HQ Trivia makes more sense as a TV app than most games, though it’s not clear to me that this will drive a new round of growth for the company in the same way that (say) a new hit game would.
Do you want to ask your friends if you look cute but are afraid to ask on a public story? Now you may do so via private message.
TechDen is a $119 box and maybe the first Kickstarter gadget to emerge from the Time Well Spent movement. The way it works is, you tell it how much you want you or your kids to use your phones, and the phones stay locked in the box until a time of your choosing. Looking at the TechDen I feel an enormous urge to attack it with a baseball bat.
Andy Kessler tells Sen. Mark Warner to take his ideas for regulating Facebook and shove them. I found this rather hilariously overblown:
Good luck getting through Mr. Warner’s 23-page report. It’s filled with impossible-to-implement mandates (identify bots), silly bromides (addressing the safety and security of at-risk individuals), and dangerous power grabs (updating Section 230 of the Communications Decency Act). If even a handful of these proposals become law, faceless bureaucrats would control the internet instead of energetic entrepreneurs. No one would win under this new internet. And compliance costs would be so massive that no new startups would emerge.
Mike Masnick hates recently adopted privacy regulations around the world, including the California law mentioned in today’s lead item. Better regulation would focus on transparency and control, he says. (Counterpoint: Facebook has offered users transparency and control around their data for years, and Cambridge Analytica happened anyway. Most people just didn’t realize what they were doing when they gave away their friends’ data.)
There are better ways of dealing with all of this, starting with recognizing the idea that privacy is a trade-off. If that’s the case, there should be two key concepts for any competent approach to privacy: transparency and user control. As discussed above, many of the problems today (and nearly all of the concerns) are over the lack of transparency. This impacts both the cost and the benefit sides of the equation. If we don’t understand what data is being collected or what it’s being used for (or how it’s being stored), along with what actual benefits we’re getting, it’s much, much more difficult to make an informed decision about whether or not the trade-off is worth it. And the issue of control is connected to that, in that the more control end users have over their own data, the more they’re able to make informed choices in weighing the costs and benefits.
Ben Thompson examines fears that stories advertising won’t monetize as well as News Feed advertising. Those fears are valid in the short term and maybe over the long term as well, he says. But the format is good for brand advertising, and the biggest 200 advertisers are brand advertisers. So it seems highly possible that Facebook’s advertising mix will simply shift from direct-response to brand ads over time, generating more than enough revenue to keep the lights on in Menlo Park.
Optimizing for search creates a better internet than optimizing for social networks, argues Brian Feldman:
SEO content, on the other hand, dispenses with the emotional in favor of the mechanical. It can be stilted and awkward — but it’s more honest and transparent. When a writer pads their article for the trailer of the newest Marvel movie with search keywords — data like the cast and crew and opening date — they’re optimizing for the Google robots. But they’re also providing genuinely useful information. Social content was about manipulating people into clicking, sharing, and posting. SEO is about manipulating robots into treating your content as the best example of sought-after information.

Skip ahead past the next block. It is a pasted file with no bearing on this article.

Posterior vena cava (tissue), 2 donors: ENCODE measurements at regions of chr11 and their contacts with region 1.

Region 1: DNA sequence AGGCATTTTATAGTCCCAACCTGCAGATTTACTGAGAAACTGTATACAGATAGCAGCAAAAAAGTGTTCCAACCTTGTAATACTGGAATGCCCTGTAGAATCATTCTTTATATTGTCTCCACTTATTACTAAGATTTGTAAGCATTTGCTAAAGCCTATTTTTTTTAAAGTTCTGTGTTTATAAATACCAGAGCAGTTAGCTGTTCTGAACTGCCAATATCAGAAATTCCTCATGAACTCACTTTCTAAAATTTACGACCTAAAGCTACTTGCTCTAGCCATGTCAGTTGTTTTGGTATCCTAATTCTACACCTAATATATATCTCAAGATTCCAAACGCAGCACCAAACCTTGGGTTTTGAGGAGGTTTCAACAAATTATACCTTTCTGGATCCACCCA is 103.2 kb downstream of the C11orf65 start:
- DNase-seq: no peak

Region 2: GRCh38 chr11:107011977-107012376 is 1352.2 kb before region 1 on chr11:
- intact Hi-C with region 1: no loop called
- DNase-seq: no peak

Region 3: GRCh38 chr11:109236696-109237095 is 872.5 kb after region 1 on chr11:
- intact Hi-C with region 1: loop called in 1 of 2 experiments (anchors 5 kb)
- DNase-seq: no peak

Jeremy Gordon says it’s time to go back to Tumbr, which I would be fine with, because Tumblr at its peak was probably the best blogging community I was ever a part of. (2016-present Facebook beat tech reporting is a close second, though.) But that’s the main thing, at least to me: Tumblr was better at community building than Twitter is, and better for blogging than Facebook ever was.
On Tumblr, people could go on for at long as they needed to, a valuable tool for posters who could actually justify it. (And I use the past tense here in the context of my own experience; if you’re still doing this, bless you and yours.) Posts could be as short as necessary, but you could also find a historical deep dive, an interesting think piece (and not the kind derisively referred to as “takes”), a photo essay, or simply just a nice blog about someone’s life. The whole impetus behind following people on social media is, “Hey, I like this person’s brain, and am open to spending more time with it.” Tumblrs delivered the full, unrestrained range of someone’s head — funny, serious, and everything else.
Wednesday is the season finale of Converge, and in this episode I chat with Intercom’s Eoghan McCabe. Among other things, we talk about why he’s still bullish on bots — but not on Facebook or WhatsApp. Check it out anywhere you find podcasts, including Apple Podcasts, Google Podcasts, Pocket Casts, Stitcher, Overcast, Spotify, our RSS feed, and wherever fine podcasts are sold.
And finally ...
Maxwell Tani gets his hands on the book proposal from Seth Abramson, who has gained a measure of fame with voluminous Twitter threads promising the Resistance that we are rapidly nearing the end of the Trump administration. Abramson’s self-regard is somewhat legendary, and so I found it hugely entertaining to read his proposal, which is to print out his Twitter threads in book form:
“A book of this sort is daring,” he writes. “Few if any have leveraged the advantage that books offer in collating, organizing, and amplifying in narrative form an intensely followed Twitter feed.”
Daring is one word for it, though I’d probably use another.